Home prices were up 8.4 percent year over year in October, according to the monthly S&P/Case-Shiller U.S. National Home Price Index, released Tuesday. Home sales and annual price increases typically begin to cool as the summer months end, but this year, annual price increases have remained strong.
The number even outpaced last month’s astounding price spike, which was the highest annual increase in more than 15 years.
“The surprising strength we noted in last month’s report continued into October’s home price data,” Craig J. Lazzara, managing director and global head of index investment strategy at S&P Dow Jones Indices, said in a statement.
“We’ve noted before that a trend of accelerating increases in the National Composite Index began in August 2019 but was interrupted in May and June, as COVID-related restrictions produced modestly decelerating price gains,” Lazzara added. “Since June, our monthly readings have shown accelerating growth in home prices, and October’s results emphatically emphasize that trend.”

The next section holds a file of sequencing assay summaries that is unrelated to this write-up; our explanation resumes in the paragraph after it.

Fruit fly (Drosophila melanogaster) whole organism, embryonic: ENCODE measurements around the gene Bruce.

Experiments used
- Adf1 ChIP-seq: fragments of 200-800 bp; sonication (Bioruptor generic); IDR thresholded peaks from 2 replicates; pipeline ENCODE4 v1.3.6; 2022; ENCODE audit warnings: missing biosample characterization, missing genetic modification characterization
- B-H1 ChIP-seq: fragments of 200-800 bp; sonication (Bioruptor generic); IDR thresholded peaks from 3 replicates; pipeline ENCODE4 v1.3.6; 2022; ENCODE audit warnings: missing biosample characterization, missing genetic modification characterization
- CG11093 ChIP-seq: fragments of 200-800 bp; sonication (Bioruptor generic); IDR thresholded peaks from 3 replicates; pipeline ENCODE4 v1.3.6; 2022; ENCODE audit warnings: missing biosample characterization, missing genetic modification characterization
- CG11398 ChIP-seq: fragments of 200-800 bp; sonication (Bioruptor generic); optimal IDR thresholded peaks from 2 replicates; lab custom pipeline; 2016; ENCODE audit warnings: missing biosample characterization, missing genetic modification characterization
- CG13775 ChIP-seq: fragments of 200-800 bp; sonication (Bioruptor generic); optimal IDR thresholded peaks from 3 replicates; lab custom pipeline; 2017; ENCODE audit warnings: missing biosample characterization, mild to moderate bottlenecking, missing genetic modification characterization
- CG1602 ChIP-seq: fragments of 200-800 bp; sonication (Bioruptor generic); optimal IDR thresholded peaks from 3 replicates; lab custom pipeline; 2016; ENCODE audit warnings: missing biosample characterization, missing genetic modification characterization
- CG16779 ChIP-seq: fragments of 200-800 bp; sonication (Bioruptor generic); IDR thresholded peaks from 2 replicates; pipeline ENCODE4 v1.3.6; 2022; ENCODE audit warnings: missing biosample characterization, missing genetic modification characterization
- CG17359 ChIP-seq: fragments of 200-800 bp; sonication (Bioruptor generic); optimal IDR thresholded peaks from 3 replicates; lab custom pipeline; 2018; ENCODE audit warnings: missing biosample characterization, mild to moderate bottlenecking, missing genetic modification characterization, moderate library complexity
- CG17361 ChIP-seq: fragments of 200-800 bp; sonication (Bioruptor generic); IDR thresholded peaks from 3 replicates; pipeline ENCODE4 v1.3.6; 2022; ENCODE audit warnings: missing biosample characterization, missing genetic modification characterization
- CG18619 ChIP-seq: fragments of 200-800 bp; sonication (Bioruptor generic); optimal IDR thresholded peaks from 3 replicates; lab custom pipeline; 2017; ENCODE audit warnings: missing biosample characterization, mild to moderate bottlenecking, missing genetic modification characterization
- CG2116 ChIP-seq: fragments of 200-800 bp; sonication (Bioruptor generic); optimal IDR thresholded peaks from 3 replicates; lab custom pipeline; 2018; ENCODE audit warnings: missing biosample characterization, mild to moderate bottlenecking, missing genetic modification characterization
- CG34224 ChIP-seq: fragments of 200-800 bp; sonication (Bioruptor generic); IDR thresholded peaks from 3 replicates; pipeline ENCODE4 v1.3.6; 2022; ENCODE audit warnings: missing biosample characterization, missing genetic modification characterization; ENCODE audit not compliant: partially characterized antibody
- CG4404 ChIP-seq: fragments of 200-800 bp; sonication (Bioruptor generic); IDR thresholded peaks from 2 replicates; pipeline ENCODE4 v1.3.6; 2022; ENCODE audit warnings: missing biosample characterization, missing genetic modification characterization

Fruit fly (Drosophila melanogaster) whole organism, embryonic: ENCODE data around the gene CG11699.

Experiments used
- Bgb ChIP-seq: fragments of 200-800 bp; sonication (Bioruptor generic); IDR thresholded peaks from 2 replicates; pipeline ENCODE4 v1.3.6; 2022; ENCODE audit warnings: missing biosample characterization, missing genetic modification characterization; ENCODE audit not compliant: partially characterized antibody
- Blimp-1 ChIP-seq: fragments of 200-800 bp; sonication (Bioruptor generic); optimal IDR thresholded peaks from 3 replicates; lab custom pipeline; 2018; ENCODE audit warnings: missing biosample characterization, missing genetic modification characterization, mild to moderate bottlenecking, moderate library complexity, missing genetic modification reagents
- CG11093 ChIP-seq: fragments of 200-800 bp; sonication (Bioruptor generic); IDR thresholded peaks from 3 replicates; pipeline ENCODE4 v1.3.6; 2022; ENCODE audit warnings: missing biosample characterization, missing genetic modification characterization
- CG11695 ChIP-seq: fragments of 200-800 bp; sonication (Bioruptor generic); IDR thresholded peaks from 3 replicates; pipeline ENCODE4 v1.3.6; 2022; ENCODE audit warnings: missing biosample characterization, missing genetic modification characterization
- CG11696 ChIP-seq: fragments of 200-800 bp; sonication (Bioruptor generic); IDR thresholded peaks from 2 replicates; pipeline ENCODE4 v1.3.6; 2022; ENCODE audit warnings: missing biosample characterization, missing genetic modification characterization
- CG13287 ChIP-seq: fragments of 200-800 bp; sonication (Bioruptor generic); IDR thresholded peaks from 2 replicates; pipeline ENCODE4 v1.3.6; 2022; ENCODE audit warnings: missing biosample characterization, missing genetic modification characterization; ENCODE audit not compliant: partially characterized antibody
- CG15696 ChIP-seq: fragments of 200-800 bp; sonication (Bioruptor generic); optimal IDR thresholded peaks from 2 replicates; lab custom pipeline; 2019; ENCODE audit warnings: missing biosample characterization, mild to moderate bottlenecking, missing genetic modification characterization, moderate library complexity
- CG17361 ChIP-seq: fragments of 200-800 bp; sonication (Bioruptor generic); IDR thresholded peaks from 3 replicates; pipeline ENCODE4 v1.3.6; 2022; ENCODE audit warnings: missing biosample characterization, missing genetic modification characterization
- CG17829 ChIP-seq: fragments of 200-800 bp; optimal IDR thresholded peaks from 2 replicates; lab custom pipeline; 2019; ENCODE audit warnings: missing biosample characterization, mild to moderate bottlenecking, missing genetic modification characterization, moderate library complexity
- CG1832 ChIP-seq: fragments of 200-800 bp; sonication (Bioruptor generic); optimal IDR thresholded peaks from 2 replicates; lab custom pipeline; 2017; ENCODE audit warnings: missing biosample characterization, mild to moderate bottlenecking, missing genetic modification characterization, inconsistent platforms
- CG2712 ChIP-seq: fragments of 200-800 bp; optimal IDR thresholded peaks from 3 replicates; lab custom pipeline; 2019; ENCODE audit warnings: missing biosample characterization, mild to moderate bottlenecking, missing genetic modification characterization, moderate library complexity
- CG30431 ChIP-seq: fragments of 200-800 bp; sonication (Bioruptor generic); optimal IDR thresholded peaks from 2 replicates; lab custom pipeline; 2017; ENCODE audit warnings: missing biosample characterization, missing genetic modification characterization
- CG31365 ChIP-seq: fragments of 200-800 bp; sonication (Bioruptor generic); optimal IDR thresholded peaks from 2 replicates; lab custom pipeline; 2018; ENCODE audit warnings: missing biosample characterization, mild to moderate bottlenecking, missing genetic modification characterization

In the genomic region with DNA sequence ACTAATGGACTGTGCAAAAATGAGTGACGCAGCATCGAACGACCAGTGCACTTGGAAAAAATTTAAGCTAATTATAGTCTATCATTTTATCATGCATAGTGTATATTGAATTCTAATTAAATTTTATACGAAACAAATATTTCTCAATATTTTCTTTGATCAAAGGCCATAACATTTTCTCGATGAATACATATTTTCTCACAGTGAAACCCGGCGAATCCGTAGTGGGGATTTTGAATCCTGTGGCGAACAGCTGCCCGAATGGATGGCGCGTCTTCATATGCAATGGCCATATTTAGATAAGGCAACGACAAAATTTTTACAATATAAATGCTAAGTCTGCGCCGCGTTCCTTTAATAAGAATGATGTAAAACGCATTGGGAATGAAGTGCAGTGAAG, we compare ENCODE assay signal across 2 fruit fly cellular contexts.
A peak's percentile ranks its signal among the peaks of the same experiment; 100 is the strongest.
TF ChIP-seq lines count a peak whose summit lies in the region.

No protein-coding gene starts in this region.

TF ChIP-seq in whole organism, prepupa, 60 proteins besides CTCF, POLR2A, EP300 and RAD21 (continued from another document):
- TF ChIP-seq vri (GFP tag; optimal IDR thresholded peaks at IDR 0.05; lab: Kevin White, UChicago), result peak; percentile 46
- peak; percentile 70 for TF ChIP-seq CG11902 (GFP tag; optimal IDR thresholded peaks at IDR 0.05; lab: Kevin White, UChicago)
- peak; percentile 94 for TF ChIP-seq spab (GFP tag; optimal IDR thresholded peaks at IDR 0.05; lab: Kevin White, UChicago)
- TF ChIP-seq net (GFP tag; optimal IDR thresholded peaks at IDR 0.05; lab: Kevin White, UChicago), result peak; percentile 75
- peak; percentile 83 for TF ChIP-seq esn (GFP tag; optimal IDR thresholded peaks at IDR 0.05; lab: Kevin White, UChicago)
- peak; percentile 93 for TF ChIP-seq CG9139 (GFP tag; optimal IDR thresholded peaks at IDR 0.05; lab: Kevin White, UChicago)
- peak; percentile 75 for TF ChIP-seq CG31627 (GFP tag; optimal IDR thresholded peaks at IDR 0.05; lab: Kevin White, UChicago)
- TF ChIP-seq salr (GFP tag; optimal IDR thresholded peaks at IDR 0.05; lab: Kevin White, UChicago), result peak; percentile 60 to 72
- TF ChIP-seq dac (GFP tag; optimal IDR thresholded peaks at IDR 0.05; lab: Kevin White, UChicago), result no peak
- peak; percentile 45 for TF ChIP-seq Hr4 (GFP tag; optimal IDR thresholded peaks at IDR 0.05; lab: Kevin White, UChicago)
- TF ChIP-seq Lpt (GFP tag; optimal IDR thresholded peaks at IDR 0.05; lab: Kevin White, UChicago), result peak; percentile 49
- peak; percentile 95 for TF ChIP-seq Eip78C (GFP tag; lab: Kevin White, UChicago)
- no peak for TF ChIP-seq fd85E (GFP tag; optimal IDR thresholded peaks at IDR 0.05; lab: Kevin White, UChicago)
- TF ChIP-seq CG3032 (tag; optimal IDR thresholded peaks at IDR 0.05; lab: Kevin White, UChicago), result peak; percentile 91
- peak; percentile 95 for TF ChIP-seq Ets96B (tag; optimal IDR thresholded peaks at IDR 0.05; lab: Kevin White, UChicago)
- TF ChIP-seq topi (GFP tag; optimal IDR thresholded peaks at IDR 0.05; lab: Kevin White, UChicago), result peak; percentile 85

The biggest rate of price increases was reported in Phoenix, Seattle and San Diego, all of which saw home prices climb more than 10 percent from October 2019.
The S&P/Case-Shiller U.S. National Home Price Index is “a composite of single-family home price indices that is calculated every month; the indices for the nine U.S. Census divisions are calculated using estimates of the aggregate value of single-family housing stock for the time period in question.”